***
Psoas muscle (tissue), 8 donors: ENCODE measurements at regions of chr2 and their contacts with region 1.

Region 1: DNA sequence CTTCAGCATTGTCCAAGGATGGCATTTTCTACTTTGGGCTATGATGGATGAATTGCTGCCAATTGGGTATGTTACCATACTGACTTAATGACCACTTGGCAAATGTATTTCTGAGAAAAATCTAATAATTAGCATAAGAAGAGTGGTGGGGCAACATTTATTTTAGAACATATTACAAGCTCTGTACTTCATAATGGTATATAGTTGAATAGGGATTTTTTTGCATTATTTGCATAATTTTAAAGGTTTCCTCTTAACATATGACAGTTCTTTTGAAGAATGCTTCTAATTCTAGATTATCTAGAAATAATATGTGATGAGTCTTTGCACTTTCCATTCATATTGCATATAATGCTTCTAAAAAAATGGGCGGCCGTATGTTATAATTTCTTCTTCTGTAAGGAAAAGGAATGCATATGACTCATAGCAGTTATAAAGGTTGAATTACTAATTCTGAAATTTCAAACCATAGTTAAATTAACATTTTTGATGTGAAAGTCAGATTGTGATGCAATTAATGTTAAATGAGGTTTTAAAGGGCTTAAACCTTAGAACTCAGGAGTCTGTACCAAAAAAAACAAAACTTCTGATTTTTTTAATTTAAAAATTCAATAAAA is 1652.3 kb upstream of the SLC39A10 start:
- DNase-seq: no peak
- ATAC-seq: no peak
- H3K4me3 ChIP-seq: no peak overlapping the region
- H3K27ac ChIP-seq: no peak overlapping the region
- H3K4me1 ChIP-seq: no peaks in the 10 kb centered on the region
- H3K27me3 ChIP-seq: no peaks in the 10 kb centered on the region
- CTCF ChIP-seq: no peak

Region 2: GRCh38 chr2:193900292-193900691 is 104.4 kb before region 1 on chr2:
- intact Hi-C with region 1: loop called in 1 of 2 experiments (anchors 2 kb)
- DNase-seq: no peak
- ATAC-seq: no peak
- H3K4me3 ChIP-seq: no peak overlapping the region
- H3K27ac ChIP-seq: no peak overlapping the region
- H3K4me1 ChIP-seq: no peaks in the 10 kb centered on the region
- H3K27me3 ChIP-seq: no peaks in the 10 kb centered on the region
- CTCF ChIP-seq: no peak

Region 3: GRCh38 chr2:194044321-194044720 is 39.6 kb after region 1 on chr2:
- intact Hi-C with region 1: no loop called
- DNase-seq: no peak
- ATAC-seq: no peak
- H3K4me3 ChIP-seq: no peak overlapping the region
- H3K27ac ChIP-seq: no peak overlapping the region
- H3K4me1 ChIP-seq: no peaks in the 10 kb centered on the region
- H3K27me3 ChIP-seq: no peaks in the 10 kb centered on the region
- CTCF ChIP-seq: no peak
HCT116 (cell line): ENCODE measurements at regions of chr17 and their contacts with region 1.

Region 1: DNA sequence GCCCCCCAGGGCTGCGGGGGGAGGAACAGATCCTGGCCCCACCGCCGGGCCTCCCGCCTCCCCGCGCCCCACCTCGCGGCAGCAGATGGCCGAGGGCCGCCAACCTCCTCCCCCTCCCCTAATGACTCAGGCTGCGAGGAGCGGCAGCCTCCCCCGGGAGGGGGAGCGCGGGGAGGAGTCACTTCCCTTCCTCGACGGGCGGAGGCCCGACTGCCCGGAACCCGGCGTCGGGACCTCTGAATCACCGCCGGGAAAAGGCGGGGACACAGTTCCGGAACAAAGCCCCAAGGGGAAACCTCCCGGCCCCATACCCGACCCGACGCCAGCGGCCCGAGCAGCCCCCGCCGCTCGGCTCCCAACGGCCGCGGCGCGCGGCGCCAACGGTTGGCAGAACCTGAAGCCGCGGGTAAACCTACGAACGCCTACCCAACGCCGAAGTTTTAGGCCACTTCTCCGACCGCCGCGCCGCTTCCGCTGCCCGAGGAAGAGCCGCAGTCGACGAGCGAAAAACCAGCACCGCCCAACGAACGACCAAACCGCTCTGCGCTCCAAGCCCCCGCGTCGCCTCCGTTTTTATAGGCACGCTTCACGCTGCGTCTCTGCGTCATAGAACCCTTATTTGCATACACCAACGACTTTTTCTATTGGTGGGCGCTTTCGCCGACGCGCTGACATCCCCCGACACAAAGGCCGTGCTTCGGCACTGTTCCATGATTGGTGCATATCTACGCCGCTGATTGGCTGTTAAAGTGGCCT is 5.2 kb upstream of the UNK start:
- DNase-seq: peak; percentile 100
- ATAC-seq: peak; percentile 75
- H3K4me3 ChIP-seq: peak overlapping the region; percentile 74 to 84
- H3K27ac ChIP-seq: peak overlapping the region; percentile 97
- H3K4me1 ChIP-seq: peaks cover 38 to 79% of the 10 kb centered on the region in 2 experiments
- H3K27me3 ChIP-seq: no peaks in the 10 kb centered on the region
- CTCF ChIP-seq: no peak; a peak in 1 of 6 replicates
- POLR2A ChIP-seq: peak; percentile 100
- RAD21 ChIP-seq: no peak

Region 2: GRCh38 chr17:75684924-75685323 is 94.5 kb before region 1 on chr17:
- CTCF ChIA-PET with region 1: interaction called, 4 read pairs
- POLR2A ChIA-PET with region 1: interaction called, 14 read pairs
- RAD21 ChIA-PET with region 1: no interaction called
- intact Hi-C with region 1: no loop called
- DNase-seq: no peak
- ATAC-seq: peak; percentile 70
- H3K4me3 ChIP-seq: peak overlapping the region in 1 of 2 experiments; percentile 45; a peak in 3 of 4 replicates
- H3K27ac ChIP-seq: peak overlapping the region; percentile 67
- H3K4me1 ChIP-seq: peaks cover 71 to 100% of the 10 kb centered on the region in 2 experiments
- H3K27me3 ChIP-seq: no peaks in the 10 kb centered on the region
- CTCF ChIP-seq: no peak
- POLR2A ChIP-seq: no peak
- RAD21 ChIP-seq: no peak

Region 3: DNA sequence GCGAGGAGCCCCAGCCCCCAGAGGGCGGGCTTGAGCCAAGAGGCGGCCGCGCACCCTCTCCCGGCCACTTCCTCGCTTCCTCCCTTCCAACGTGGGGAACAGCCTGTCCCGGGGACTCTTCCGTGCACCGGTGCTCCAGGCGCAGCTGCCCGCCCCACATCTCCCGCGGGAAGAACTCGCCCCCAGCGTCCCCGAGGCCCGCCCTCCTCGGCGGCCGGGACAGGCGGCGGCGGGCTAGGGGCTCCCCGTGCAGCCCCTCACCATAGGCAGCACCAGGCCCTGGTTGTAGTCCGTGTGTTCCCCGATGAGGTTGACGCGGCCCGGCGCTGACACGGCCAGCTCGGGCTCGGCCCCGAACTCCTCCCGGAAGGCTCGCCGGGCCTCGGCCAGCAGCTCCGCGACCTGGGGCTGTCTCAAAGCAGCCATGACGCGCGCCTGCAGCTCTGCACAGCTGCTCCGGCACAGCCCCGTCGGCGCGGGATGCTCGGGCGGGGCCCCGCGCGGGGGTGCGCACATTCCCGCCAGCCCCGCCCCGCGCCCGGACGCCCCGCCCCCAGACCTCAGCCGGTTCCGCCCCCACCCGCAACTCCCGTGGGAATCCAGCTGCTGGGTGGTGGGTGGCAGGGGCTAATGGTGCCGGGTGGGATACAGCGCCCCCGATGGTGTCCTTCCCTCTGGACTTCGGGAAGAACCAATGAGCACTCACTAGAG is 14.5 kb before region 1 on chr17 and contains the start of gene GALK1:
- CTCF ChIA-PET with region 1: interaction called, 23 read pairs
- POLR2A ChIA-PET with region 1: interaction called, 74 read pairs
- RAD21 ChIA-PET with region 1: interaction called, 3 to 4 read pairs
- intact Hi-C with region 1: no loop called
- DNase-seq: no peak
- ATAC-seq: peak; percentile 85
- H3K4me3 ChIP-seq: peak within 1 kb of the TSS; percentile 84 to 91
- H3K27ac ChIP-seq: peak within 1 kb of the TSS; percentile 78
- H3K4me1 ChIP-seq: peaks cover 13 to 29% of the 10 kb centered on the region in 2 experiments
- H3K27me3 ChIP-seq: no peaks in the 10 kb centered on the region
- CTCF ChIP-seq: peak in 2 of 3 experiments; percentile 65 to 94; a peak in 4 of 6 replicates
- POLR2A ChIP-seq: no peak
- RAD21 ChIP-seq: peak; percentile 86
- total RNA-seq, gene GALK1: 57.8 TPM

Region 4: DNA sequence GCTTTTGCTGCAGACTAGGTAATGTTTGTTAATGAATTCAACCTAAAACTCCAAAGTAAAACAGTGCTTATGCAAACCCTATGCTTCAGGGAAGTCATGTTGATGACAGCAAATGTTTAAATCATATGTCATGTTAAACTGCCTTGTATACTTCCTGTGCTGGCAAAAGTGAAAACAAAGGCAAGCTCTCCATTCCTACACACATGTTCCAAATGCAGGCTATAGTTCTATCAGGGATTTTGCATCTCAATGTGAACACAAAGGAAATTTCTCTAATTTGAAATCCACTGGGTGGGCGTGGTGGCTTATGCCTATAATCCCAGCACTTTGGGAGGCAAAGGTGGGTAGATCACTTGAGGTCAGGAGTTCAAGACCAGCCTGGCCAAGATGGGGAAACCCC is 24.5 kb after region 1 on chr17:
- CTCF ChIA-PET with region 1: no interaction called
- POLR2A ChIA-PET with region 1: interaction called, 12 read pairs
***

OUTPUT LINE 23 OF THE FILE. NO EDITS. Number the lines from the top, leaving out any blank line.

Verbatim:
- H3K4me3 ChIP-seq: no peak overlapping the region